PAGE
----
My aroma-based strategy is part of my well-developed theory that milk, even when it goes “off,” simply becomes a different dairy product, maybe not quite so pleasant to drink, but perfectly serviceable in other functions such as making pancakes. My father taught me this, or at least I blame him — he grew up on a farm in Iowa — but I also recall reading with great satisfaction about the Nuer and Dinka, and how a range of fermented milk products were essential to their diet. But that’s a story for a different day…

The key is that my wife and I disagree fundamentally about the value of olfaction in judging milk even though she has a quite remarkable sense of smell. She often stumps me by quizzing me about which flowering shrubs are in bloom from their aroma. She can always tell. Like many people in the US and Australia, and elsewhere in the West, we’re ambivalent about the value of the sense of smell, using it only quite narrowly for specific tasks.

Throughout Western philosophy and psychology runs a conviction that smell is an imperfect and inexact sense. Charles Darwin, in The Descent of Man, for example, wrote that the sense was “of extremely slight service” to humans; philosopher Immanuel Kant that it was the “most dispensable” of our senses. As Ewelina Wnuk and Asifa Majid of the Max Plank Institute summarize, a range of Western thinkers from Condillac to Pinker argue that aroma offers humans little of value, that the sense is vestigial, rudimentary, and under-developed (see Wnuk and Majid 2014: 125).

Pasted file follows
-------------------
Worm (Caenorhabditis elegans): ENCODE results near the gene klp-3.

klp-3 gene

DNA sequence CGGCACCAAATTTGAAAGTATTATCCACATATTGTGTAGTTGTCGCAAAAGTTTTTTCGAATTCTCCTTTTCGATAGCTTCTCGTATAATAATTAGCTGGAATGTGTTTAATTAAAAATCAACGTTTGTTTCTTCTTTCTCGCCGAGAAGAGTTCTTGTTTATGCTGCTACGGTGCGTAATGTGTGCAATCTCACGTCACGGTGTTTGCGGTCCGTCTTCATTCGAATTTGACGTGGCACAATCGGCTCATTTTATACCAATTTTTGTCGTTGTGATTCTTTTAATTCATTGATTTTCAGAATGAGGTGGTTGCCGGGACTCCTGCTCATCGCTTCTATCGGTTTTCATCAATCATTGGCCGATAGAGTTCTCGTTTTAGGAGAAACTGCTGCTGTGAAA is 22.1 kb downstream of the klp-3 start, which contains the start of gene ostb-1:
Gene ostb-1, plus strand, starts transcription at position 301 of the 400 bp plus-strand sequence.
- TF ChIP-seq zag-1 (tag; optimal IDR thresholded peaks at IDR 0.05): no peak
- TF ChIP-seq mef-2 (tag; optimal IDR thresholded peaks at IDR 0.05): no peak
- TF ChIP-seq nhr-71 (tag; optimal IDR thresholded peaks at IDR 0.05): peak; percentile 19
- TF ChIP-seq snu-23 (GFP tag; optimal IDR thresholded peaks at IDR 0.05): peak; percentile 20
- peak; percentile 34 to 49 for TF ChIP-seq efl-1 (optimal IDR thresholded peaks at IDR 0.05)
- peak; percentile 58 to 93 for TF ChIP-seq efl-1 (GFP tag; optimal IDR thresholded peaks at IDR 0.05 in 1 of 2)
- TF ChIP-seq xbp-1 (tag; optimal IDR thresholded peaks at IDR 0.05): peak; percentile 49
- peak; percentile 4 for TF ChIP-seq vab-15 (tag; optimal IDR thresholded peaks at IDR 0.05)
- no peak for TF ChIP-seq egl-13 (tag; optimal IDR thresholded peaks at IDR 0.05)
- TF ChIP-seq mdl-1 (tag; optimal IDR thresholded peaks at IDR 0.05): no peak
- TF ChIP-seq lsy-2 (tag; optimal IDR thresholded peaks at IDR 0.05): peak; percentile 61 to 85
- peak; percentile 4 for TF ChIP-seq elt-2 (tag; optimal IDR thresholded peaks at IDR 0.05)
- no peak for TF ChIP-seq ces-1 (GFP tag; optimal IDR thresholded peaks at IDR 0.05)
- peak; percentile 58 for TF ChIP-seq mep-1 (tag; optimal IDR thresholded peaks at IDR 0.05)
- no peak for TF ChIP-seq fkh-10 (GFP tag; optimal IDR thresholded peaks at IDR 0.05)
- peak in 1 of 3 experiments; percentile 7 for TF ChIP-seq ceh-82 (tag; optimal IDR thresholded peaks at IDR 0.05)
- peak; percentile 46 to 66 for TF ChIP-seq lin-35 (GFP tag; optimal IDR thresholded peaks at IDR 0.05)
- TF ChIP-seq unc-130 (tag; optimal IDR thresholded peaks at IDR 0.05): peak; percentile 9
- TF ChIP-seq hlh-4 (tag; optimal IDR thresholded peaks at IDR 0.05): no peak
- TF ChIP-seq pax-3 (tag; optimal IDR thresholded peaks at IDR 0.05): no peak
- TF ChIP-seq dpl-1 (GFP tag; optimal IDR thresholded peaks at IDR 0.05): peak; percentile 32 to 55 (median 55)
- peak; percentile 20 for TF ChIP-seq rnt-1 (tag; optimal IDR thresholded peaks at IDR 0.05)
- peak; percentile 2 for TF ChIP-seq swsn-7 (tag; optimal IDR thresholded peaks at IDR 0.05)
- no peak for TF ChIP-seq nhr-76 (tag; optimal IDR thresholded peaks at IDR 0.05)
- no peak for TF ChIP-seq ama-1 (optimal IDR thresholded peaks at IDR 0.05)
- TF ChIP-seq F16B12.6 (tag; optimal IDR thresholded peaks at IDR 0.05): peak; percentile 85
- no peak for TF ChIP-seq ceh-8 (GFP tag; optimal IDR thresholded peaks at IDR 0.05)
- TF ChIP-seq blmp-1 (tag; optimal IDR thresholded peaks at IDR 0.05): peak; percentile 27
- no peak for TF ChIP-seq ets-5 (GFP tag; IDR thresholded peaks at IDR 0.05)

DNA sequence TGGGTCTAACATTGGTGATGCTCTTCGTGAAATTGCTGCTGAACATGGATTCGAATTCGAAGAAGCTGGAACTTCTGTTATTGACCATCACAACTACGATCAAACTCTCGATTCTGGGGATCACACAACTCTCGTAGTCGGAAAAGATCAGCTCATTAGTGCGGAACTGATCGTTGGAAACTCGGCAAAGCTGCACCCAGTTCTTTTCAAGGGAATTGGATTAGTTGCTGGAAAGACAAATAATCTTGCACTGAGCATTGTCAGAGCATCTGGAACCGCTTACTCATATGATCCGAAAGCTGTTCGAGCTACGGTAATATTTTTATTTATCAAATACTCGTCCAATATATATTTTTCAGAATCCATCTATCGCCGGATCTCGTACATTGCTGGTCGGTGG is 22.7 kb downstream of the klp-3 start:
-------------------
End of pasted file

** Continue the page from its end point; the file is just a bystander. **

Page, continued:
In fact, the human sense of smell is far more acute than we might realize, and new linguistic research emerging from a cluster of groups in southeast Asia suggests that our inability to smell might be a cultural problem, not an invariant fact of human nature. Our language hampers our ability to perceive aroma.